Economy League issues report finding pardons have major impact on neighborhood economies
The Economy League of Greater Philadelphia’s April 2020 report finds pardons are “powerful, no-cost workforce development tools that can help uplift individuals and communities across the Commonwealth” and proposes three areas of reform.
The Economy League of Greater Philadelphia issued a report today on the impact that pardons have on the economies of low-income/high-arrest neighborhoods. Here are some highlights from the Report:
- This study finds that pardons filed by Pennsylvania residents from 2008-2018 had an estimated impact of $16,494,815 as of December 2019.
- Minorities are incarcerated at five times the rate of whites, and yet in 2017, persons of color fell well below the number of white pardon applicants. Increasing the number and share of minority applicants to where they mirrored those of whites would correspondingly multiply the economic impact of the pardon tool statewide.
- The rate of pardon applications granted in high income zip codes…is 33% higher than the rate at which offenders from low income communities have had their applications granted.
- Pardons have the potential to generate economic investment and growth in areas of the state in which formerly incarcerated individuals often live.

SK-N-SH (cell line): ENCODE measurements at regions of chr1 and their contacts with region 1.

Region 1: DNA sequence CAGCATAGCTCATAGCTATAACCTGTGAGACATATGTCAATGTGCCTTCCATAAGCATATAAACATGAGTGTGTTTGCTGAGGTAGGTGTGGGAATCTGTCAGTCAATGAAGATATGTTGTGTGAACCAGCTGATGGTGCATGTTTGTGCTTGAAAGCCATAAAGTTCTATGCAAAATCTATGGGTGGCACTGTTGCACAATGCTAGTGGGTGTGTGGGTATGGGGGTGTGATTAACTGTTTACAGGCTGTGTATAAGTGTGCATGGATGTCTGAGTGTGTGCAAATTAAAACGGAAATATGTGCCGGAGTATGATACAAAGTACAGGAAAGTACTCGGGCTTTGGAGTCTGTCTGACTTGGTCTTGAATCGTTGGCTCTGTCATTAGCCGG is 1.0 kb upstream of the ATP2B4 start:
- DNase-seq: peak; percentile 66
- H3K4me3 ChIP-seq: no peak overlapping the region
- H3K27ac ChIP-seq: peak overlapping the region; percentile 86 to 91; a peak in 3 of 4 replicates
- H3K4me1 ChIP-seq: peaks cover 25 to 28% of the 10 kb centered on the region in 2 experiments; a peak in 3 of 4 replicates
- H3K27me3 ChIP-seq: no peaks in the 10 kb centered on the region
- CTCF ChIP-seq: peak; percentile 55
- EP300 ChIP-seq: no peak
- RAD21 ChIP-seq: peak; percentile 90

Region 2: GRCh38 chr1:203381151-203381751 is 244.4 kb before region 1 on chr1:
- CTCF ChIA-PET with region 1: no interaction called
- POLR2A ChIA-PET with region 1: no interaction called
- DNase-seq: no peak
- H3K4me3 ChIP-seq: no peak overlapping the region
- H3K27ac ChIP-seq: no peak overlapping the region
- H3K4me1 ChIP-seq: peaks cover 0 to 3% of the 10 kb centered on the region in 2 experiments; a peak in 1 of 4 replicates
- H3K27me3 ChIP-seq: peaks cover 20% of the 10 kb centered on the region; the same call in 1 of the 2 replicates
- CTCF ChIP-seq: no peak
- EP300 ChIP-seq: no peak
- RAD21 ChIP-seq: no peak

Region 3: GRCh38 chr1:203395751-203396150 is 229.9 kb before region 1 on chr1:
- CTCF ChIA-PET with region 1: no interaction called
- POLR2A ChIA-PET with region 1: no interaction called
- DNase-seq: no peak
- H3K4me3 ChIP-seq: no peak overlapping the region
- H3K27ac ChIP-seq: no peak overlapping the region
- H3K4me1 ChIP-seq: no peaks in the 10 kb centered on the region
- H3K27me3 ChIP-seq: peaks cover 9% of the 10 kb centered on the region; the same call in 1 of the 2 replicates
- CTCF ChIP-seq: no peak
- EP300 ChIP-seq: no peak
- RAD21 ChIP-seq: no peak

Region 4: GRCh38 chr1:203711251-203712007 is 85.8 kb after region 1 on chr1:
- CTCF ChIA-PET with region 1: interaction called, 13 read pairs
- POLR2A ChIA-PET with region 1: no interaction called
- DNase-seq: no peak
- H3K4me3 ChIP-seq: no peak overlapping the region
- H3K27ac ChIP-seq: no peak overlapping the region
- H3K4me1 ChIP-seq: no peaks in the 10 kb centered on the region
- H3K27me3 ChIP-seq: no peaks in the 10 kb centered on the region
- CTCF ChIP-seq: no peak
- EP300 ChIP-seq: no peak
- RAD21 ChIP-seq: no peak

- Expanding the use of pardons stands to economically improve the individual lives of those formerly incarcerated, their families, the communities in which they live, and the Commonwealth as a whole.
- While the average annual impact of receiving a pardon by an individual in high-income communities is far higher than that of the low-income community resident ($8,494 vs. $2,557), the aggregate impact of all pardon recipients is higher –by 50%– in low-income communities than high-income communities ($1,253,956 vs. $823,918).
This demonstrates that pardons can be a powerful economic tool in the areas of the state most in need of growth.
- If residents of low-income, high-arrest communities received pardons at the state-wide rate from 2008-2015, earnings could have increased $440,433.57.
- Especially in the case of low-income communities, a focus on increasing the rate at which pardons are granted to be equal with or exceed the state average has the potential to generate economic stability in communities that need it the most.
- If the processing time were reduced by 25%, those who received pardons over the past 10 years could have generated $6.9 million in additional income.
- While new laws that strive to implement restorative justice principles are being passed, it is important to not overlook established policies and procedures with a proven ability to improve people and communities affected by incarceration.
- Pardons can be viewed as more than just individual acts of clemency but no-cost community reinvestment policy.
- They [pardons] are a powerful workforce development tool that can help uplift individuals and communities across the Commonwealth.